The area of the present municipality of Hajdina was settled during all archaeological periods.
Stone tools from the Early Stone Age belong to the oldest findings, and settlements are from the Copper Age. The settlements continued to the Bronze Age and their graves bear witness to the Urnfield culture. Graveyards and tumuli are also from the Iron Age, from Hallstatt (8th – 6th centuries BC). In addition, there is a settlement with the graveyard dating back to the Early Iron Age.
Around 15 BC the Romans arrived to the region and built a military camp of Legio VIII Augustae along the Amber road. In 69 AD the area is mentioned by the Roman historian Tacit in connection with the election of Vespasian to emperor. The camp had a water supply system built by the Legio XIII Gemina. The urban suburbs of Poetovio, namely in the business-religious residential area vicus Fortunae, were the headquarters of Illyrian customs and temples, among which the most well known are Mithras temples I and II, and the temple of Nutrices. The early-Christian church was led by the bishop Victorin of Ptuj at the end of the 3rd century. Roman graves were aligned on both sides of the actual road leading to the village of Pragersko.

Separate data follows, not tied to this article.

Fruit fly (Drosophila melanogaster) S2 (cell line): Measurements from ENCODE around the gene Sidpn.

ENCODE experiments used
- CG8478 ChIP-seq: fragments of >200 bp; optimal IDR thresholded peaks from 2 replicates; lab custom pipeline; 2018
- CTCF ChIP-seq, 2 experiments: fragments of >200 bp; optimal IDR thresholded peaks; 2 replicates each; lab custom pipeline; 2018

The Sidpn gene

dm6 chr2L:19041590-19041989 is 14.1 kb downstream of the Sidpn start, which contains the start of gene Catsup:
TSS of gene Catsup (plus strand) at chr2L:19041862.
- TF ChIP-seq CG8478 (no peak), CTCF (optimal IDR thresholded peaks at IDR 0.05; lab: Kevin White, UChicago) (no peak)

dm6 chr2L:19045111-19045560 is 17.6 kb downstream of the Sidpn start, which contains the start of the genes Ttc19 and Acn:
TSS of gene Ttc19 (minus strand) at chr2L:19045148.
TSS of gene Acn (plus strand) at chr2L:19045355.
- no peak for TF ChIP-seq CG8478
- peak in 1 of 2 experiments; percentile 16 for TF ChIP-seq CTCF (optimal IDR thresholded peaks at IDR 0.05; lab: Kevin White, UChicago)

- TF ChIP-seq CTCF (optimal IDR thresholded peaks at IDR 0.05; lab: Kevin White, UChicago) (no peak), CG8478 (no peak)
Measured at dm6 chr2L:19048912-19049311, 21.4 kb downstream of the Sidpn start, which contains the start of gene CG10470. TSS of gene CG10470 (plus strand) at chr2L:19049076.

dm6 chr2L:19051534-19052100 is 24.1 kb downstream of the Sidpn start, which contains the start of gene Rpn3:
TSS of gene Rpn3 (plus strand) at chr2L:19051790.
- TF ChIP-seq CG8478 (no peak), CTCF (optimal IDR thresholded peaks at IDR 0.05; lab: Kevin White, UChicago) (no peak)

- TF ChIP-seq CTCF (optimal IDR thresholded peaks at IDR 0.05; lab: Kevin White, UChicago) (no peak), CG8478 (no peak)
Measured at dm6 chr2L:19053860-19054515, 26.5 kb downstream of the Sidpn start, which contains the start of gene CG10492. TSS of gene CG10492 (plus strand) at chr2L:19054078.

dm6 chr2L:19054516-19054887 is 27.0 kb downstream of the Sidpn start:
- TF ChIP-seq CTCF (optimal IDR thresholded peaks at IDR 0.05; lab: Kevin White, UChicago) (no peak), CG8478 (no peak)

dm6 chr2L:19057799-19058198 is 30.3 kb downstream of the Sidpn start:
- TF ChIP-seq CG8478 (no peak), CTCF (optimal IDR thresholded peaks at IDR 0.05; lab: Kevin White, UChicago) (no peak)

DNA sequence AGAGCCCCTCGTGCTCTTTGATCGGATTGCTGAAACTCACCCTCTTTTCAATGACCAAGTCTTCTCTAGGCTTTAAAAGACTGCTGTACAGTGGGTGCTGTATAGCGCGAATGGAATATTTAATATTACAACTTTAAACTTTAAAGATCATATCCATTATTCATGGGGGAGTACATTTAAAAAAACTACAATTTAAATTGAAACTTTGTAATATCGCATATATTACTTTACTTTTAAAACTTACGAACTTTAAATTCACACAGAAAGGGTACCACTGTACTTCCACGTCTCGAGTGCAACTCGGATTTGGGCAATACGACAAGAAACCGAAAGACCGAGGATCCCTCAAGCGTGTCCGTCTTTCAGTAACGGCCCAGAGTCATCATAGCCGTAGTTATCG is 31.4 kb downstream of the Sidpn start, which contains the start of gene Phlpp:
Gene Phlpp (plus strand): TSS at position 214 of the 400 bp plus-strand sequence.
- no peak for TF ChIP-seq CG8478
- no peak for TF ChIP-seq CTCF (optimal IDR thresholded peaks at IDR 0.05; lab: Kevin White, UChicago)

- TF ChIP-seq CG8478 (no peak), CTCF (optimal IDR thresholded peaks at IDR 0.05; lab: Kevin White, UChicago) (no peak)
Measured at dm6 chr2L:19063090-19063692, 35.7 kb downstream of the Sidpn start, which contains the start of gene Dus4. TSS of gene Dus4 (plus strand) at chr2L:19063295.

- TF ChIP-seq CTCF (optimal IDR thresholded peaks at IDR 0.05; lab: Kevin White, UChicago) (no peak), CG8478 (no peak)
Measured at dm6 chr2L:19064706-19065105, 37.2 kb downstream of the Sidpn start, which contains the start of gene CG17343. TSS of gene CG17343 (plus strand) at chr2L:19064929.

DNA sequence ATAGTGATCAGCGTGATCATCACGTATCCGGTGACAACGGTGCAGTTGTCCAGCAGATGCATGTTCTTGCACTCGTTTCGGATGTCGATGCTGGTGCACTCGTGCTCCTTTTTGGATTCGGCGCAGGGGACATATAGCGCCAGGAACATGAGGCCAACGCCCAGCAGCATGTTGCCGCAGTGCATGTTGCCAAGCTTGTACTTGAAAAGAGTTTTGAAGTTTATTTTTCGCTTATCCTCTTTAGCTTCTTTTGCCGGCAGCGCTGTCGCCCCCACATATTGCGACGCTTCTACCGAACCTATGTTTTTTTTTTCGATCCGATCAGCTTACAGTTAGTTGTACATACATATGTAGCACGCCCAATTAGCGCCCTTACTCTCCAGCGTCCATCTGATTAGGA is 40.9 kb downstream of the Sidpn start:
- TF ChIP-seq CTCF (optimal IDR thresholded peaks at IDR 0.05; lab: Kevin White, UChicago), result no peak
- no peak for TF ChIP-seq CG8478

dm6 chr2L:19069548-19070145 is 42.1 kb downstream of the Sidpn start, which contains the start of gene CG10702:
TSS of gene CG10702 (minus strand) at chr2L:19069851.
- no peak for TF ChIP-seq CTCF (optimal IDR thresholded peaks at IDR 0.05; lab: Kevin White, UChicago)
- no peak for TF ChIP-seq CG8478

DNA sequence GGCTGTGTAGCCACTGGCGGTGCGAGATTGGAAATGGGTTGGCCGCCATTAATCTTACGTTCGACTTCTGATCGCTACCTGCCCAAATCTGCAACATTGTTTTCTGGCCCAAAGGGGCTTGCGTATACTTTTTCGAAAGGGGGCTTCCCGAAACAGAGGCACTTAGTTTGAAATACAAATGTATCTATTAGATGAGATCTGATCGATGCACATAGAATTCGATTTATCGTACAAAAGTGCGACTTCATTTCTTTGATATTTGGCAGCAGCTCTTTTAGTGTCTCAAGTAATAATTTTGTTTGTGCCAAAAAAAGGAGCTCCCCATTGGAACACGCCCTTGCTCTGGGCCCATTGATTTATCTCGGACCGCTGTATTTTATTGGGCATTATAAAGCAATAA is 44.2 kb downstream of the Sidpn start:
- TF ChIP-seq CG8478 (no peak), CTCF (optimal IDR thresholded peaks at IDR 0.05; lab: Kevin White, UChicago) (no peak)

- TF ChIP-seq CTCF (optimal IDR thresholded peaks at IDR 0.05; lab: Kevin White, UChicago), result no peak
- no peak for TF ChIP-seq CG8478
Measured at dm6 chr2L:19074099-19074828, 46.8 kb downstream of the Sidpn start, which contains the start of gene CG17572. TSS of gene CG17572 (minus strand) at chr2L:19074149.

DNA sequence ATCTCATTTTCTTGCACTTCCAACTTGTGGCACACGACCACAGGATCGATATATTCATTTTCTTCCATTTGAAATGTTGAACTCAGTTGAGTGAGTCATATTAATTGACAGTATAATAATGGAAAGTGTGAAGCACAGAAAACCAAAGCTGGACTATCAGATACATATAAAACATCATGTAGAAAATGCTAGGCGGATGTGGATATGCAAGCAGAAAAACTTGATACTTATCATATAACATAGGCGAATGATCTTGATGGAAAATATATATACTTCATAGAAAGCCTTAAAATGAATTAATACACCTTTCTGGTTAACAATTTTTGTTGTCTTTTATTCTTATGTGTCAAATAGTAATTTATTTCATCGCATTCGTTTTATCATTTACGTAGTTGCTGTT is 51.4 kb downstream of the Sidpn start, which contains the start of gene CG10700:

A graveyard established in the early Middle Ages was still in use in the 10th century.